Tuesday, July 21, 2009

The Flight of Liberty Bell 7

On this date in 1961 Hoosier astronaut Virgil I. "Gus" Grissom became the second American and the third human to rocket into space as a Redstone rocket blasted his Libert Bell 7 spacecraft into a suborbital flight lasting approximately fifteen minutes.

Grissom's flight, however, is best known today for what happened after he successfully splashdowned in the Atlantic Ocean. As I noted in my biography of Grissom, written as part of the Indiana Historical Society Press's Indiana Biography Series, the astronaut was lying flat on his back waiting for the helicopter’s call that it had hooked onto the spacecraft, Grissom turned his attention for a second to the knife he had placed in his survival pack, wondering if he could carry it out with him as a souvenir instead of leaving it in the spacecraft. “I heard the hatch blow—the noise was a dull thud—and looked up to see blue sky out the hatch and water start to spill over the doorsill,” he told National Aeronautics and Space Administration officials. Acting on instinct, Grissom quickly tossed his helmet to the floor, grabbed the right side of the instrument panel, and exited the spacecraft. “I have never moved faster in my life,” he noted. “The next thing I knew I was floating high in my suit with the water up to my armpits.”

Inside NASA there existed “two vehement camps” with opinions on what happened. One side believed Grissom had either panicked or hit the switch by accident, causing the hatch to blow. Another faction pointed to some unknown problem with the machine and held the astronaut blameless for the accident.

The debate on the question of whether or not Grissom was to blame for the hatch’s firing seemed about to be put to rest for good in May 1999 when Curt Newport, whose twin passions as a child had been spaceflight and undersea exploration, found the long-abandoned spacecraft on the bottom of the Atlantic Ocean. In July, Newport, joined by Guenter Wendt, a German engineer known as the "Pad Leader" by American astronauts and Jim Lewis, the helicopter pilot on the original Liberty Bell 7 recovery, returned to the site and, at 2:15 a.m. July 20—thirty-eight years almost to the day it had been blasted into space—hoisted the capsule off of the ocean floor and onto the deck of the ship Ocean Project.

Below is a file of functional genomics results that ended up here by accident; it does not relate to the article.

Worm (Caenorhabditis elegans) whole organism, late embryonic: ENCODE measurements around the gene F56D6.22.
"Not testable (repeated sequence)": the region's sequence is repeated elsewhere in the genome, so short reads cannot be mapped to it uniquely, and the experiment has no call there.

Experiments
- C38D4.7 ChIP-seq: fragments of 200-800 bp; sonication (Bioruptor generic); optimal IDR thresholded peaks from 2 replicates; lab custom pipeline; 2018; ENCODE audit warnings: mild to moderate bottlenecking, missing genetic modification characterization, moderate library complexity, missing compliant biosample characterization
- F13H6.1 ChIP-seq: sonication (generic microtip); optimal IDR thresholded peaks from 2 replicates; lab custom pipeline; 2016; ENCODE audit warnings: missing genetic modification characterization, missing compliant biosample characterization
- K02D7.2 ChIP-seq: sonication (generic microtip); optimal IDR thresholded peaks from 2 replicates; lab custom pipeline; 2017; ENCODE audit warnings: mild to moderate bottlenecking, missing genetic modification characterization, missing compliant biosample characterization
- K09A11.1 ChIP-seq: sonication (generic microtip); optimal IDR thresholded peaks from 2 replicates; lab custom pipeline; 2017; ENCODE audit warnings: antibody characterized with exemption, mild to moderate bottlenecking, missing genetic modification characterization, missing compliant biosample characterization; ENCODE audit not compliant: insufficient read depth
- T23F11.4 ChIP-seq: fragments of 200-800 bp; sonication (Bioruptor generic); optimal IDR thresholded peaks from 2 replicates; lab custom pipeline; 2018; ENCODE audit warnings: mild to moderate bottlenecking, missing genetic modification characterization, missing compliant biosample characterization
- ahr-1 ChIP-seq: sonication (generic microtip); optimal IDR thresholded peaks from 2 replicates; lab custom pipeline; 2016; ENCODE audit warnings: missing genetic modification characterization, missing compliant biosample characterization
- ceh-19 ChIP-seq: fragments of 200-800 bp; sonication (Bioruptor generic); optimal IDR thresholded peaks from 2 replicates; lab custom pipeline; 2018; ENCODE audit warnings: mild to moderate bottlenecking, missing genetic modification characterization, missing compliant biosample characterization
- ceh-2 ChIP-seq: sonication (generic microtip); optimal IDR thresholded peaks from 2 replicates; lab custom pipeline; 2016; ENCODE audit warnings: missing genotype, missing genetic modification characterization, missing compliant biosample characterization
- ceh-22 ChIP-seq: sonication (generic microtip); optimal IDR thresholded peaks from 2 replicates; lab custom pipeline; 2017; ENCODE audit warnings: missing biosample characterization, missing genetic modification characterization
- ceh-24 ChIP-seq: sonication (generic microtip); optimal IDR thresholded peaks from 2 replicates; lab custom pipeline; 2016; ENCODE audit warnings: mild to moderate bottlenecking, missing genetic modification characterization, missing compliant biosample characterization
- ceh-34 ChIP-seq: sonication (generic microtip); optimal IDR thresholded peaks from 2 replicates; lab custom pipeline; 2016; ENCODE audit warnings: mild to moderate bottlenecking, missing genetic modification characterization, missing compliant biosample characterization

As a restoration team at the Kansas Cosmosphere and Space Center cleaned and reassembled the spacecraft’s 27,000 separate parts, they discovered some intriguing material to help the case that Grissom had not panicked on his flight and prematurely blown the hatch. The museum team, which completed its work in March 2000, discovered Grissom’s waterlogged checklist, which had been about a third of the way completed before the hatch blew. “As far as I’m concerned, that checklist pretty much cleared Grissom of any wrongdoing in connection to what happened,” said John Glass, who supervised the capsule’s restoration at the Cosmosphere.

In addition, Greg “Buck” Buckingham, a key figure in the restoration effort, pointed out that there were no burn marks from the explosive cord that had been intended to trigger the hatch’s release. If the explosive cord never detonated, Buckingham theorized that the spacecraft had slammed hatch-down into the ocean when it returned to earth, causing a titanium strip along the hatch sill to buckle and the seventy explosive bolts to fire one by one. “Most telltale to me are the lack of burn marks,” said Buckingham.

Tuesday, July 7, 2009

Nominees Named for New Indiana Authors Award

The inaugural Eugene and Marilyn Glick Indiana Authors Award recipient has been named. Indiana native James Alexander Thom was chosen as the national recipient, and finalists in all categories were named. The winning author in the regional and emerging author categories will each be named on September 26 among the finalists.

This new award seeks to recognize the contributions of Indiana authors to the literary landscape in Indiana and across the nation by the Indianapolis-Marion County Public Library Foundation, and is funded by the generosity of The Glick Fund, a fund of Central Indiana Community Foundation.

Nominations were submitted from across the state in early spring. Any published writer who was born in Indiana or has lived in Indiana for at least five years was eligible. A seven-member, statewide Award Panel selected the national winner and finalists in three categories from the pool of publicly nominated authors:

• National Author - $10,000 prize: a writer with Indiana ties, but whose work is known and read throughout the country. National authors were evaluated on their entire body of work. Winner: James Alexander Thom; Finalists: Scott Russell Sanders and Margaret McMullan

• Regional Author - $7,500 prize: A writer who is well-known and respected throughout the state of Indiana. Regional authors were evaluated on their entire body of work. Finalists: Jared Carter, James H. Madison and Susan Neville

• Emerging Author - $5,000 prize: A writer with only one published book. Emerging authors were evaluated on their single published work. Finalists: Kathleen Hughes, Christine Montross and Greg Schwipps

Award finalists in all three categories will be honored on September 26, 2009 at the Central Library in downtown Indianapolis. The day’s events will include free public programming such as author lectures, “how to get published” workshops for aspiring writers, and more. An award dinner/fund raiser benefiting the Library Foundation will follow that evening where the winner of the Regional Author and Emerging Author categories will each be named. Thom will serve as the dinner’s keynote speaker. Ticket information for the award dinner is available by contacting the Library Foundation at (317) 275-4700.